By Jeremy Burns
For his many readers, Andy McDermott’s name has become synonymous with adventure. From discovering Atlantis and the Garden of Eden to saving the world countless times, McDermott’s flagship characters Eddie Chase and Nina Wilde have explored dozens of fascinating locations across the globe, usually getting into high-octane shootouts and car chases in the process.
For THE VALHALLA PROPHECY, the ninth entry in the series, McDermott tackles Norse mythology, Vikings, a Soviet Secret, and the end of the world in an adventure steeped in the author’s trademark blend of action, history, adventure, and legend. The author sat down with THE BIG THRILL to take readers behind the scenes with one of the most exciting and inventive thriller minds working today.
Tell us a little about yourself.
I’m a former entertainment journalist who in 2004 took a massive gamble by quitting his job to write full-time until either selling a novel or running out of money. To my everlasting relief, the former happened before the latter—just! My first novel, THE HUNT FOR ATLANTIS, came out in the UK in 2007, and since then I’ve had ten more published, several of which made the New York Times bestseller list.
Tell us about your new book, THE VALHALLA PROPHECY.
It’s the tenth book starring what have become my signature characters, American archaeologist Nina Wilde and British former SAS soldier Eddie Chase. They’re currently working for a department of the United Nations, the International Heritage Agency, and are called upon to help investigate the theft of a Viking runestone from a museum in Sweden. It turns out that the runes point the way to a place long thought to be only a Norse myth—Valhalla, the Hall of the Slain—that holds a deadly secret. But there’s also a parallel storyline set eight years earlier, in Eddie’s days as a mercenary before he met Nina, revealing that he has his own dark secrets that are somehow connected to present-day events.
What was your initial inspiration for THE VALHALLA PROPHECY? How did the story’s premise develop through the early days of your writing process?
The very first idea I had for the story was the opening scene, where in 1961the Soviet Union detonated the Tsar Bomba, the most powerful nuclear weapon in history: my “what if?” concept was that they did so to obliterate something so terrible that nobody could ever be allowed to find it again. With the bomb site being up in the Arctic Circle, that led me to imagine that whatever they were trying to hide was connected to the Vikings, and when I started researching Ragnarok—the Norse myth of the end of the world—I knew I had my hook for the novel.
Now nine books into the Nina Wilde/Eddie Chase series, what challenges have you encountered in keeping the characters and series fresh, and how have you overcome them?
When I wrote THE HUNT FOR ATLANTIS, the thought of doing a second book wasn’t even in my mind—never mind a ninth! But I was determined not to use the middle-aged male author’s cliché of “the hero’s love interest from the previous story vanishes never to be mentioned again so that he can win over a younger replacement,” so each book takes Nina and Eddie’s relationship to a new place. The second book, THE TOMB OF HERCULES, actually had them at each other’s throats for a fair chunk of the book, which in hindsight I probably overplayed, but they got through it successfully and (spoiler alert!) eventually married. With each new story, I’ve tried to give them a personal storyline that runs parallel to the main archaeological plot. They’re now discussing starting a family in THE VALHALLA PROPHECY, but I’m not going to give away anything beyond that.
How closely do you tend to stay to established historical/archeological/geographical facts when writing your books?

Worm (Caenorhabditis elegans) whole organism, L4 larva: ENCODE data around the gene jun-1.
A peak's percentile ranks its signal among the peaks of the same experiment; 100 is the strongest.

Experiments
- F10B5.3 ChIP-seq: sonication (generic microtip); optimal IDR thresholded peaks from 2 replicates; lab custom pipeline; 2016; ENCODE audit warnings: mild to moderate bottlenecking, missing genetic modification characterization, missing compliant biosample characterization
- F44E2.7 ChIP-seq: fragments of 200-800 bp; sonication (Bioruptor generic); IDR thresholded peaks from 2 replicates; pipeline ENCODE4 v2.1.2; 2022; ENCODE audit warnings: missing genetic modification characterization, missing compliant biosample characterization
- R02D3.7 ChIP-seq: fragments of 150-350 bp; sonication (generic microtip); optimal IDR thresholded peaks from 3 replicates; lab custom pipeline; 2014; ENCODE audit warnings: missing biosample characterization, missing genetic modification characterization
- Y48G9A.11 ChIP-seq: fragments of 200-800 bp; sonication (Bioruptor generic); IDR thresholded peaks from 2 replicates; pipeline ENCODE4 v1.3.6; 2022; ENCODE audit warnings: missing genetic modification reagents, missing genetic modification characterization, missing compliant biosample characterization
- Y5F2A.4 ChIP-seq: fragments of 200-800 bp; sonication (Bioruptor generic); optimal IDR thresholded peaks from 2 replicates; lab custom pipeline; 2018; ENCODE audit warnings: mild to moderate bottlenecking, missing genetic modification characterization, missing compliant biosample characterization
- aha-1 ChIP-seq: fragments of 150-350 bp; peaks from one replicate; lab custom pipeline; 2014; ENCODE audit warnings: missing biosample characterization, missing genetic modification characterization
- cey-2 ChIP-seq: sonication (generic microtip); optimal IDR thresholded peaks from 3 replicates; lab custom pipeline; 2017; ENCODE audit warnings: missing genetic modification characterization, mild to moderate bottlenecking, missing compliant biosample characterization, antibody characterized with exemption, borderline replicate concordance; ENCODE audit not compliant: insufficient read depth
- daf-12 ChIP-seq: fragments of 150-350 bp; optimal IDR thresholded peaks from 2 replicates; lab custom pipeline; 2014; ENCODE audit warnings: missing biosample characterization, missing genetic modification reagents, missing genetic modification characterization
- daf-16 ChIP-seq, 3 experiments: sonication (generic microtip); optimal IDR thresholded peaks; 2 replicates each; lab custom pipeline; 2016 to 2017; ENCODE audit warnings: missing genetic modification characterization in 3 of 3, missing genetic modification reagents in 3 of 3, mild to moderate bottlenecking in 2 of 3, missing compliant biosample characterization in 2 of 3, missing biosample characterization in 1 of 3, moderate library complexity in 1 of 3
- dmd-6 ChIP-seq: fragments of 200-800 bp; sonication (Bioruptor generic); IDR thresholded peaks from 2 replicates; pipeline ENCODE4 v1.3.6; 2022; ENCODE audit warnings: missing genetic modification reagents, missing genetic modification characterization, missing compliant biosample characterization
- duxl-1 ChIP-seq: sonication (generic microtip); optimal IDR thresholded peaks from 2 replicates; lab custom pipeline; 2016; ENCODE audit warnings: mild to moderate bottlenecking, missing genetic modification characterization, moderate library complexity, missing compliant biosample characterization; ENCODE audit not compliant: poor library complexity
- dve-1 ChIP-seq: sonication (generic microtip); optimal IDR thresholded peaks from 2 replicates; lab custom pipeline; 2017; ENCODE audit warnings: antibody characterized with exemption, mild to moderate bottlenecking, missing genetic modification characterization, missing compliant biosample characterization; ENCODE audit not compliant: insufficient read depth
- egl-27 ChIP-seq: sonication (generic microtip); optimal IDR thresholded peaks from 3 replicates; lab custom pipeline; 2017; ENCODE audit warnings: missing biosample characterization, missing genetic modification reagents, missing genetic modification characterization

I try to stick to the facts… except when they get in the way of the story, at which point I’ll hurl them away as if they were a live grenade!
What are some of the ways you’ve conducted research for this novel? Any interesting stories there?
Most of my research has been from books and the Internet, but I’ve recently started travelling more. A trip to Italy took me to the town of Amalfi, which is absolutely beautiful, but it was the winding cliff road leading to it that caught my attention: I immediately thought “This would be a great place to have a car chase.” So it went straight into the next book!
How much of yourself do you put in your characters? With which character in THE VALHALLA PROPHECY do you most identify?
I identify most closely with Eddie Chase, because like me he’s a balding Yorkshireman! He also shares my love of absolutely terrible puns. However, Nina also has characteristics in common with me; specifically, her tendency to obsess over her work and her exasperation when outside events prevent her from getting on with it. (My distractions are a lot less dangerous and explosive than hers, thankfully.)
Which character was the most fun for you to write? Why?
Eddie’s always entertaining, but sometimes it’s the secondary characters who are the most fun. Whenever I was writing Eddie’s friend and mentor “Mac” McCrimmon, I would alwaysh shay hish dialogue in the voishe of Shean Connery! Macy Sharif was also enjoyable to write, because while she’s an archaeologist like Nina, she’s younger, far hipper, and takes herself a lot less seriously, which often leads to friction with my decidedly uptight and obsessive heroine.
When sitting down to write a new book, how much of an outline or plan do you usually create before launching into the first draft?
I found out the hard way at the beginning of my writing career that I need to have the entire storyline in place before typing the first word, as without it I’ll waste far too much time on meanderings that will inevitably be cut. But that level of planning also extends to the action sequences; I write big, complex, movie-style set-pieces, and just like shooting a blockbuster film they can’t be improvised. Every beat has to be worked out in advance, otherwise you end up with an aimless, ramshackle mess that causes massive headaches at the editing stage. “Wait, who’s got the MacGuffin? Wasn’t this guy supposed to be dead?” So I spend anything from two to six months devising all the details beforehand.